Mac OS 10.4 Text to Speech tab

[image 10 Mac OS 10.4 Text to Speech tab]

You can also change the speaking rate of your Mac’s voice and choose options to have it announce the time and date.

VoiceOver Utility

The VoiceOver utility can be accessed via System Preferences -->Universal Access -->Seeing, and it allows users to tweak the Mac’s speaking voice to their own personal satisfaction.  Pressing Control + F5 switches VoiceOver on or off.

The Verbosity tab provides options for controlling how the Mac’s voice deals with punctuation, text attributes (such as bold, highlighting, new paragraph) and speaking whilst users type.

Mac OS 10.4 VoiceOver Utility, Verbosity tab

When VoiceOver is switched on it draws an outline box around speakable items on the screen, such as menu commands or web page hyperlinks.  This is useful for partially sighted users who need help navigating around the screen.  The Navigation tab gives access to how the Mac speaks these items.  The Display tab controls options for how the Mac displays speakable items.

The Voices tab allows users to choose from a list of 23 voices, with options to tweak the volume and pitch of the voice itself.  This is useful should you tire of the Mac’s various speaking voices and pine for something different.

The Pronunciation tab offers a selection of phrases, such as SMTP, 802.11g, along with a pronunciation guide.  Users can add their own words and pronunciation guide to the list.  This is particularly useful for those who regularly use technical phrases and jargon in their work.

We particularly liked the Mac’s ability to speak as you type.  Our preference was to have the Mac speak each word rather than each letter typed, a useful feature for blind and partially sighted users.

Extending Speech Recognition Command Sets

By default, the Mac’s Accessibility features are configured to work with core applications - Mail, Address Book, iCal and Text Editor.  However, you can extend the Mac’s speech recognition ability with third party command sets for Microsoft Office on the Mac (the Entourage mail, address book and calendar application as well as Word, Excel, PowerPoint, MSN Messenger) and Apple’s own iPhoto, iTunes and more.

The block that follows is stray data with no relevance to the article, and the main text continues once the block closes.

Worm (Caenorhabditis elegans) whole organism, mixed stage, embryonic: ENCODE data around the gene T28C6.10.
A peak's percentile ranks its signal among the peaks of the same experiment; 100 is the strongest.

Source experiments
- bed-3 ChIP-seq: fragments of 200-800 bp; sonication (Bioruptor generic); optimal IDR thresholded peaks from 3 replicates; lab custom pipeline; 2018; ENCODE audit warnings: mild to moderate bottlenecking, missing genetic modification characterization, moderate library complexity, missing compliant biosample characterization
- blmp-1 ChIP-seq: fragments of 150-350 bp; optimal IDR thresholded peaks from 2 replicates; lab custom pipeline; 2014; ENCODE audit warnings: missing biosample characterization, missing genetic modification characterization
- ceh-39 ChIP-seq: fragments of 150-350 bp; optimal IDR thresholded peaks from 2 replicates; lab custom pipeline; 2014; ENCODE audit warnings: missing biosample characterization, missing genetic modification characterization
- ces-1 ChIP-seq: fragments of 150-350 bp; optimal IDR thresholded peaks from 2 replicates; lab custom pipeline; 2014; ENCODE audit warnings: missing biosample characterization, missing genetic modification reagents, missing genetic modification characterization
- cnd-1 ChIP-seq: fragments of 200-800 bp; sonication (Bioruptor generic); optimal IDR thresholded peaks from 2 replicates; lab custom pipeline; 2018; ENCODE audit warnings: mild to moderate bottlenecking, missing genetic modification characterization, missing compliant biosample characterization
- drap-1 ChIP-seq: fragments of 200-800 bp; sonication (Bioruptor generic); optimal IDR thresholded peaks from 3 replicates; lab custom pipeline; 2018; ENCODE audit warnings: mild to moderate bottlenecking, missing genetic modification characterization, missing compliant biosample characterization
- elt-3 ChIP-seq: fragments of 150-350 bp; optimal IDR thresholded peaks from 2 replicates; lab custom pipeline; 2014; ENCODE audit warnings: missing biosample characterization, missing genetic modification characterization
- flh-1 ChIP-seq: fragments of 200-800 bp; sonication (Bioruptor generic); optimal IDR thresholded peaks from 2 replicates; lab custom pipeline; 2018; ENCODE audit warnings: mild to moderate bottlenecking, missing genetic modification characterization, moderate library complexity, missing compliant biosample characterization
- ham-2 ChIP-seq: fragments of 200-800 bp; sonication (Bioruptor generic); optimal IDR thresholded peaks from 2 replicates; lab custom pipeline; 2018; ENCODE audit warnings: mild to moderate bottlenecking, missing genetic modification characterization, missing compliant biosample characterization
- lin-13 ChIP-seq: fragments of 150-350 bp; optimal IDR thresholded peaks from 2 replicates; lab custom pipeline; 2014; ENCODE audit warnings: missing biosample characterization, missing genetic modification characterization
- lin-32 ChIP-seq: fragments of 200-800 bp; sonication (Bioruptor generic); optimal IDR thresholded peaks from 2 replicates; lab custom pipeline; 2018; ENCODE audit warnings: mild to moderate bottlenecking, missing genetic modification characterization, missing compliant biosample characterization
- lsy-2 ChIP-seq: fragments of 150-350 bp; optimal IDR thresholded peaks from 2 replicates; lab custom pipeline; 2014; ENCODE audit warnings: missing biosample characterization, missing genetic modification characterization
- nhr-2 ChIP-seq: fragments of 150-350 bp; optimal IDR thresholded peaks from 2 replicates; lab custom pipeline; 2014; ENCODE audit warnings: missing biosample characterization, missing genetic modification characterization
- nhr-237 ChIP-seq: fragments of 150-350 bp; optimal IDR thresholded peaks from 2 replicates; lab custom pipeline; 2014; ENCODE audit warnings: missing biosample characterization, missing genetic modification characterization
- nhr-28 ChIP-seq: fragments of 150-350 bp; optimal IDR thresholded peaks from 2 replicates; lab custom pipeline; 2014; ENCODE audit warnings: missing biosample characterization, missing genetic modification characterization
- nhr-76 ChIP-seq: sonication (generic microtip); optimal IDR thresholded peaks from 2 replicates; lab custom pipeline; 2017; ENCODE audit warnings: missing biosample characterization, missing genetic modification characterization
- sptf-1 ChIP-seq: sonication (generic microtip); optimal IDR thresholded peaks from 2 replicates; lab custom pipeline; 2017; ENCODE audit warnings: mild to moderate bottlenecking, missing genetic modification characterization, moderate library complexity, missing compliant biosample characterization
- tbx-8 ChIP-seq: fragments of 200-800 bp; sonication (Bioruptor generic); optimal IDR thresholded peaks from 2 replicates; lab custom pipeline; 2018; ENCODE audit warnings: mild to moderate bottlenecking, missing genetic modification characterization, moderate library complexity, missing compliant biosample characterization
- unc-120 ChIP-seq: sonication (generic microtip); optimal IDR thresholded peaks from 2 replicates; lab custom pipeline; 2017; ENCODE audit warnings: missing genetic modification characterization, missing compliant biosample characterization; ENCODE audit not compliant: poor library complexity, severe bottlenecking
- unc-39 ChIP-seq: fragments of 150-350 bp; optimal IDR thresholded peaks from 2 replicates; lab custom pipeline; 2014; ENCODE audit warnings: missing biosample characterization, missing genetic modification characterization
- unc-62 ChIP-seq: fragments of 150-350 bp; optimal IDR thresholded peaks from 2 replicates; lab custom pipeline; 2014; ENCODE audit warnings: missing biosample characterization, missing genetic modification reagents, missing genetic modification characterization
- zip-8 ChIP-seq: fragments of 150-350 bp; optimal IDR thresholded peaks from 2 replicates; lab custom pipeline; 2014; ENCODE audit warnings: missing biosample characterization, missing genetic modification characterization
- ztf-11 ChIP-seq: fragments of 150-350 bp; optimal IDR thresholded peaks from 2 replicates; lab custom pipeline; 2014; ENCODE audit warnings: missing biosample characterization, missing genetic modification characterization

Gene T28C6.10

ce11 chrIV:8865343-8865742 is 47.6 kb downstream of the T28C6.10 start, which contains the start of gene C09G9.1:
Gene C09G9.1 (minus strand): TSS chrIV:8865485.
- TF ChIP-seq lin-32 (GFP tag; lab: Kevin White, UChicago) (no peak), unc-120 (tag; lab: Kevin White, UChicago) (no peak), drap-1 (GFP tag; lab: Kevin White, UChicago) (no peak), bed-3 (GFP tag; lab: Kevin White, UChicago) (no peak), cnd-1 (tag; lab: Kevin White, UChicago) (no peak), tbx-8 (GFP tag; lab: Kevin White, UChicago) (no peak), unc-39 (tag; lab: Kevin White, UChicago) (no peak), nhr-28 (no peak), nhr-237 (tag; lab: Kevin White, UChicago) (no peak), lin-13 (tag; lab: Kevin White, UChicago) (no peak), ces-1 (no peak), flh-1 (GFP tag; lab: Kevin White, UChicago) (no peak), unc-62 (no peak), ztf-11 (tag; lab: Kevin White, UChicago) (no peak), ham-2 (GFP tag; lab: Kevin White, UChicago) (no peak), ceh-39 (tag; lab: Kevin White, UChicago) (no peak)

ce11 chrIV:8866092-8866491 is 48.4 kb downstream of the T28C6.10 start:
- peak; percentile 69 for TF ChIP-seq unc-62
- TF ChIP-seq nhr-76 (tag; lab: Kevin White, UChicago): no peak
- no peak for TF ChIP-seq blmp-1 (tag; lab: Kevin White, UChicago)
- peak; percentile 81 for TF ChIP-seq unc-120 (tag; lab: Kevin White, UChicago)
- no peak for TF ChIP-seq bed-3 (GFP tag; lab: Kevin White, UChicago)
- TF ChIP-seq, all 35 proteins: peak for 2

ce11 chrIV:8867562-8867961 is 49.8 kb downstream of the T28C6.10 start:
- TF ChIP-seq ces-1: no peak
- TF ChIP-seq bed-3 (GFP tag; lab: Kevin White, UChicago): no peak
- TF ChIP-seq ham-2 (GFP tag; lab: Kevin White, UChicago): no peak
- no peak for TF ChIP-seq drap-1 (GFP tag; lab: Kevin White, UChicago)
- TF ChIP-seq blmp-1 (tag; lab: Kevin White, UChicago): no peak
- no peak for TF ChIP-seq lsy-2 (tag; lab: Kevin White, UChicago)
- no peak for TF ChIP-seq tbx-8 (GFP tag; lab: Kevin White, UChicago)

Third party accessibility products

The Apple Mac is also designed to work with a wide range of third party Assistive Technology products, such as screen-readers, keyboards, mouse devices, etc.  Apple’s Assistive Technology page allows you to search the company’s database of compatible third party products. 

Forthcoming Improvements

Want to know what’s coming up in the next version of OS X, code-named ‘Leopard’?  Visit Apple's Leopard accessibility page for more.


Making your ICT universally accessible is ethical and good practice, so what about the legal and practical guidelines?  Fortunately, Abilitynet has a number of useful guides and factsheets to get you started. 

Voluntary sector organisations can also get Abilitynet’sEasy Free and Quick ICT Accessibility Pack (booklet and CD)from the ICT Hub web site.


With this article, our intention was to show someone planning to buy a Mac what accessibility features they can expect to find in OS 10.4 and point them in the direction of further information.

Having got our caveat out of the way, we believe accessible computing need not be an expensive and complicated business.  In this respect, OS 10.4 brings universal accessibility to the fore and allows users plenty of scope for controlling the Mac’s core applications.  This can be quickly extended with software for additional speech recognition command sets and a wide range of third party hardware solutions.  If you need an accessible operating system, OS 10.4 is a good place to start looking.

Useful links

Abilitynet – assistive technology for people with disabilities

Apple Computers - Accessibility

ICT Hub publications - ‘Easy Free and Quick ICT Accessibility Pack (booklet and CD)

About the author

Lasa Information Systems Team
Lasa's Information Systems Team provides a range of services to third sector organisations including ICT Health Checks and consulting on the best application of technology in your organisation. Lasa IST maintains the knowledgebase. Follow us on Twitter @LasaICT


Assistive Technology, CMS, Database, Flash, Hardware, Hub, ICT, MAC, Operating System, SMTP, Software, Switch, Text to speech, USB, Web Page, Web Site

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Published: 3rd October 2006

Copyright © 2006 Lasa Information Systems Team